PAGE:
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Repairing "Burn Through" holes in tubing



DocChuck
07-09-2014, 01:01 AM
Well, I'm clearly a novice and in a bind, I was fixing my sons cracked go-kart frame and was on my last repair of the day when I mistakenly burned through the tubing at the site of the weld. What is the best way of fixing this? I have a flux core welder at my disposal as well but it doesn't have the best penetration.

Thanks,
DocChuck

Gadget
07-09-2014, 05:42 AM
What process are you using for the repairs? MIG, TIG, stick?

DocChuck
07-09-2014, 08:05 AM
I've been using flux-core in some areas and noticed that cracks closer to the factory welds seem to be thinner due to rust on the inside of the tubes which were never factory coated. In larger cracks with gaps, I used my stick welder. On non-vital areas of the frame, I ran test beads to prevent burn through but also was able to keep the arc lit with the stick.

Thank you for your help

DocChuck

Gadget
07-09-2014, 05:06 PM
If you're planning on trying to fill the hole with the stick welder I've found it helpful to lay an extra rod across the hole and burn it in with the live electrode. If using MIG you could lay some copper part way over the hole and carefully build up the exposed area up to the copper, then move the copper ahead. The copper should act as a heat sink preventing the hole from getting larger. If you could get some copper underneath the hole that would be ideal but with tubing it probably isn't possible.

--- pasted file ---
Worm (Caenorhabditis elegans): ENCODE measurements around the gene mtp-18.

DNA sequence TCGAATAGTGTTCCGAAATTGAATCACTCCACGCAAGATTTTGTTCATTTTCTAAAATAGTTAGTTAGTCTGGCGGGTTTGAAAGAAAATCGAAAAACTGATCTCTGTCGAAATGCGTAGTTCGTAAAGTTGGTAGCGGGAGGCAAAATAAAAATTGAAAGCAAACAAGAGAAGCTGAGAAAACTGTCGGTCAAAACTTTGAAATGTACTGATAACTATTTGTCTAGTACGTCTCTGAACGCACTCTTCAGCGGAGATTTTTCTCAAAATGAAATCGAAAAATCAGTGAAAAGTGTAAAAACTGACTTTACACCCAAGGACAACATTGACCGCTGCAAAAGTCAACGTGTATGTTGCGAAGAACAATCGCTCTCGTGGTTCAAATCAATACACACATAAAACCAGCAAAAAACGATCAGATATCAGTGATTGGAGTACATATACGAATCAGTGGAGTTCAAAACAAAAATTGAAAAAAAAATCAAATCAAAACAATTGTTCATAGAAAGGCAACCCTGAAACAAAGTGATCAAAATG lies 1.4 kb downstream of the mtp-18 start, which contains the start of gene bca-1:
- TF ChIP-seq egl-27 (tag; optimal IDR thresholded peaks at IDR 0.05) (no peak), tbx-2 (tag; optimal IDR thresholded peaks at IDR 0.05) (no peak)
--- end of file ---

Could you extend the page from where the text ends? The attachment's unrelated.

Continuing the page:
DocChuck
07-09-2014, 07:58 PM
Thanks, that helped out just perfect….what an idea. I need to send pictures on how well that worked!!! In the future, as I get better I need to ask you about your homemade plasma utter and aluminum foundry.

Gadget
07-10-2014, 06:34 AM
Which method did you use?
As for the CNC plasma cutter and foundry I will do my best to answer any questions. One of my many back burner projects is a new electric aluminum furnace. I'm ready to start mixing the refractory but have other things that need finishing first.

DocChuck
07-11-2014, 02:16 AM
The copper I had was too big to fit inside the tube so I slit it and then overlapped the edged to close the radius a bit and maintain the curve profile as best I could to match the inside curve of the tube to be fixed. From the other end, I have a tapered rod that I could push into the slit copper forcing the copper to fit tight against the tube and then welded a piece of rod over the hole in two thicknesses and closed the gap. I overlapped the hole with the rod fragments by an inch on either side and filled in the gaps….I cleaned the weld but because it was in a non visual area, I didn't grind it flush to leave as much metal and strength in its place. It worked beautifully, I can't thank you enough for the tip. As far as the CNC cutting table, a production one is way out of budget for me. I have a pilot arc cutter…its the robotics and software that I need to tackle with all of the help available. I can't see me needing anything huge…I think three feet would be plenty for me….again…thanks. You've been a huge help.